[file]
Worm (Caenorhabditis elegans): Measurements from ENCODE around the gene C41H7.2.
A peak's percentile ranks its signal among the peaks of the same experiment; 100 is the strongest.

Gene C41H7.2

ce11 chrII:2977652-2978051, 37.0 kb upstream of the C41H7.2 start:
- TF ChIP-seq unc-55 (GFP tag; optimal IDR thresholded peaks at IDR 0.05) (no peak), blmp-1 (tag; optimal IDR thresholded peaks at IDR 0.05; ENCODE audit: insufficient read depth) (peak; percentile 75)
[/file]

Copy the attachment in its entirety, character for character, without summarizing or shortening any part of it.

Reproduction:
Worm (Caenorhabditis elegans): Measurements from ENCODE around the gene C41H7.2.
A peak's percentile ranks its signal among the peaks of the same experiment; 100 is the strongest.

Gene C41H7.2

ce11 chrII:2977652-2978051, 37.0 kb upstream of the C41H7.2 start:
- TF ChIP-seq unc-55 (GFP tag; optimal IDR thresholded peaks at IDR 0.05) (no peak), blmp-1 (tag; optimal IDR thresholded peaks at IDR 0.05; ENCODE audit: insufficient read depth) (peak; percentile 75)